I begin by opening a discussion of how certain values around sexuality, religion, and race came to be dominant in Canada. Throughout this discussion, I focus on similarities and differences in how the concept of religion functions in constructing the queer and the immigrant as threats to those values.
It is interesting to consider that opposition to homosexual (2) identities and practices has been almost entirely religious in nature (Goldie 2001)--religion being defined for my purposes here by popular usage of the designation and the consequences of so-called religious phenomena for day-to-day life. (3) Moreover, the subtler form of discomfort that reigns in Canada--what could be called "tolerant antipathy"--has been discursively ordered through the normative framework of a hegemonically Christian majority culture. In other words, while shallow or hypocritical rhetoric around tolerance is far from citing biblical prohibitions against homosexuality, it is nonetheless informed by the Christian values on which Canadian society was built, and one of those values is the ascendancy of heterosexuality. Conversely, in the case of "undesirable" immigrants (often assumed to be nonwhite, and, ironically, often perceived to be homophobic and misogynistic), (4) opposition is often framed in terms of the supposed incompatibility of their religious values (usually Islamic) with Canadian mores like gender equality and tolerance for sexual diversity (Thobani 2007, 222).
While queer people and racialized or religious-minority immigrants are seen to present different threats, and therefore to have different agendas and be concerned with different identity politics, the figure of the immigrant and the figure of the queer are nonetheless linked by association with concepts of tolerance and difference--or, more often, the friendlier-sounding "diversity." The problem of diversity they present needs to be met, goes conventional thinking, with the solution of cultivating and setting limits to tolerance. The work of drawing these boundaries would appear to fall to some hard-to-define majority "us" that does the courtesy of tolerating "them." In pointing out that the figures of the queer and the immigrant are categorically linked in the public imagination around Canadian national identity, I want to emphasize how this imagined national identity is deeply informed by Anglo-Protestant values inherited from the white European settlers who began the ongoing colonization of these lands. In the cultural context that dominates Canada, newsmakers can moralize about the significance of the queer and the immigrant vis-a-vis Canadian culture and values without ever having to acknowledge the specific histories of those values and cultural practices. "Canadian culture" and "Canadian values" appear ahistorical, never named as religious or Western European in origin.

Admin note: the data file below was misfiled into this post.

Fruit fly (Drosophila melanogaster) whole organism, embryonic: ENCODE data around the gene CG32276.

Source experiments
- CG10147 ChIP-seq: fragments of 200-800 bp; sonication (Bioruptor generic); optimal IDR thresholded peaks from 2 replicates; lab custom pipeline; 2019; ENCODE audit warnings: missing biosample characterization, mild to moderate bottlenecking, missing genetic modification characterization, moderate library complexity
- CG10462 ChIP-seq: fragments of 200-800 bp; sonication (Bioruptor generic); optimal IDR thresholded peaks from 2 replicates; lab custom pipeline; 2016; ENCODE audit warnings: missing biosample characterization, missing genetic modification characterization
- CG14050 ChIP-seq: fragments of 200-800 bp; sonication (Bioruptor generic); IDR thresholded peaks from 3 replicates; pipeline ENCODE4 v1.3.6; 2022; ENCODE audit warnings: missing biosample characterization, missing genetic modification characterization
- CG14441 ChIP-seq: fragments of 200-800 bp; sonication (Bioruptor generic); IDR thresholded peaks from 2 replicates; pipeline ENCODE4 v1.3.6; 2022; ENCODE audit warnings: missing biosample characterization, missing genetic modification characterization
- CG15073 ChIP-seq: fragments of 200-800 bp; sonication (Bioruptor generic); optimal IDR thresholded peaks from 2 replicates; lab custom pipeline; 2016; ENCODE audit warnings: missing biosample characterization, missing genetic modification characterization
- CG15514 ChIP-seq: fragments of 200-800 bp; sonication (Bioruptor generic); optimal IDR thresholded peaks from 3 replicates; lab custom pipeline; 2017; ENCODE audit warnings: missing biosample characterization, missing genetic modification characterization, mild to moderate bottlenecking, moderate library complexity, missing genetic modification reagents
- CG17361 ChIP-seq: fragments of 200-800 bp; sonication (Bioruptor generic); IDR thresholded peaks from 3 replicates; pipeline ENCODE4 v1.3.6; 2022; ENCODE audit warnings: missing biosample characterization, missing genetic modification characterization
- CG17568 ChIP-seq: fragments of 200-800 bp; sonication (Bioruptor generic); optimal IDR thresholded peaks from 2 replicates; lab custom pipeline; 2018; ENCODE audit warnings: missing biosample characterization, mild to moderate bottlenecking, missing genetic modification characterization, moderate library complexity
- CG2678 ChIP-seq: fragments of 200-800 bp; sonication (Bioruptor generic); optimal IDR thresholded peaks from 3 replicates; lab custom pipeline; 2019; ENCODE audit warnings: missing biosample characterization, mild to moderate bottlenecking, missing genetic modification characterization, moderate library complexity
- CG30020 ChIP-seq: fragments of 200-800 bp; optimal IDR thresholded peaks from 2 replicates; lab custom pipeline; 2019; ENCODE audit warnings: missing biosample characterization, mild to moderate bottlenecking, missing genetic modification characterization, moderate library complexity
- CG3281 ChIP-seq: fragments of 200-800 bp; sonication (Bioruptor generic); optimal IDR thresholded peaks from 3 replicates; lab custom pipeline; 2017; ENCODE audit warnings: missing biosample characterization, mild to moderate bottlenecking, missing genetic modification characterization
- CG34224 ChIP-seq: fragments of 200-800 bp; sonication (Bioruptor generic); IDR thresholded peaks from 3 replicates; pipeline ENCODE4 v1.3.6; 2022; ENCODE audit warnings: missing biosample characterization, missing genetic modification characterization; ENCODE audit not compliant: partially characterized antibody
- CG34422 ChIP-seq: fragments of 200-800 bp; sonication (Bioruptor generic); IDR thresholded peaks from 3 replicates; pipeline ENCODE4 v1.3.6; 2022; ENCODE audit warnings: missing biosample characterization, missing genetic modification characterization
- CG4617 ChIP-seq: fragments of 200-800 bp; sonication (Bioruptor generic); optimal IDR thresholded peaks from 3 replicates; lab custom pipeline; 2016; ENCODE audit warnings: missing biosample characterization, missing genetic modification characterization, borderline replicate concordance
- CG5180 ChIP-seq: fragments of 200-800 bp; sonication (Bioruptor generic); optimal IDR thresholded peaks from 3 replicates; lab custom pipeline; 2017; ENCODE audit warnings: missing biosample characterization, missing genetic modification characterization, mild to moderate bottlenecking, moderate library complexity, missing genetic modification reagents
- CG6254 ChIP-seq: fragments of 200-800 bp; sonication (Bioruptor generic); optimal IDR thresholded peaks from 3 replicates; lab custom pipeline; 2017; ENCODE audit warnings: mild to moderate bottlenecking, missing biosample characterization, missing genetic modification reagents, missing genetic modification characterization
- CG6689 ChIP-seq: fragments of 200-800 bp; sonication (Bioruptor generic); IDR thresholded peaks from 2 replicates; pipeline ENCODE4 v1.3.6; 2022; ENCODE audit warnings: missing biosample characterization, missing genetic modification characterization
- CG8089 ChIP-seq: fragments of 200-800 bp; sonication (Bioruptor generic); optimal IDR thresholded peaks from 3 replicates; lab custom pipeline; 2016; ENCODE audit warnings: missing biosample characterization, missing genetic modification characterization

The myth of a tolerance-and equality-loving Canada maintains a great deal of traction. Identifying with it allows people to define their views as always already not racist, not Islamophobic, not homophobic--in short, not oppressive--because they flow from an identity that is, by definition, tolerant of these kinds of diversity. Citizens who identify with the image of the equality-and tolerance-loving Canadian might not experience themselves as fearing sexual, religious, and cultural "others" at all, but the work of scholars like Sherene Razack, Sunera Thobani, Terrie Goldie, Gary Kinsmen, and many others chronicles long histories of discipline and punishment for ethnicized and racialized foreigners as well as queers of all stripes. Kinsmen considers, for instance, just "how much the Canadian state has done to oppress sexual diversity through treating homosexuals as prima facie risks to national security" (Goldie 2001, 5) and flatly asserts that "Canadian state formation has been an anti-queer project, a project of heterosexual hegemony in association with class, gender, race, national, linguistic, and other forms of hegemony" (Kinsmen 2001, 210). In Casting Out: The Eviction of Muslims from Western Law and Politics, Razack (2008, 146) observes that "the eternal triangle of the imperilled Muslim woman, the 'dangerous' Muslim man, and the civilized European is fully in evidence" in Canadian "minority rights" debates. In particular, she notes the odd alliance of "Canadian feminist and state responses to the prospect of the introduction of Sharia law as an option for Muslims settling disputes in family law" (146).
Among the fears plaguing the figures of the immigrant and the queer are particular kinds of economic insecurities. For immigrants, this fear has to do with the idea of the foreigner taking resources that don't properly belong to them. Avvy Go (2011) notes that at a time when Canada was actively bringing in white European immigrants to settle the prairies, it was also discouraging black, Chinese, Indian, and other immigrants of colour from entering the country through strategies as flimsy and diverse as astronomically expensive head taxes (the Chinese head tax of $500 in...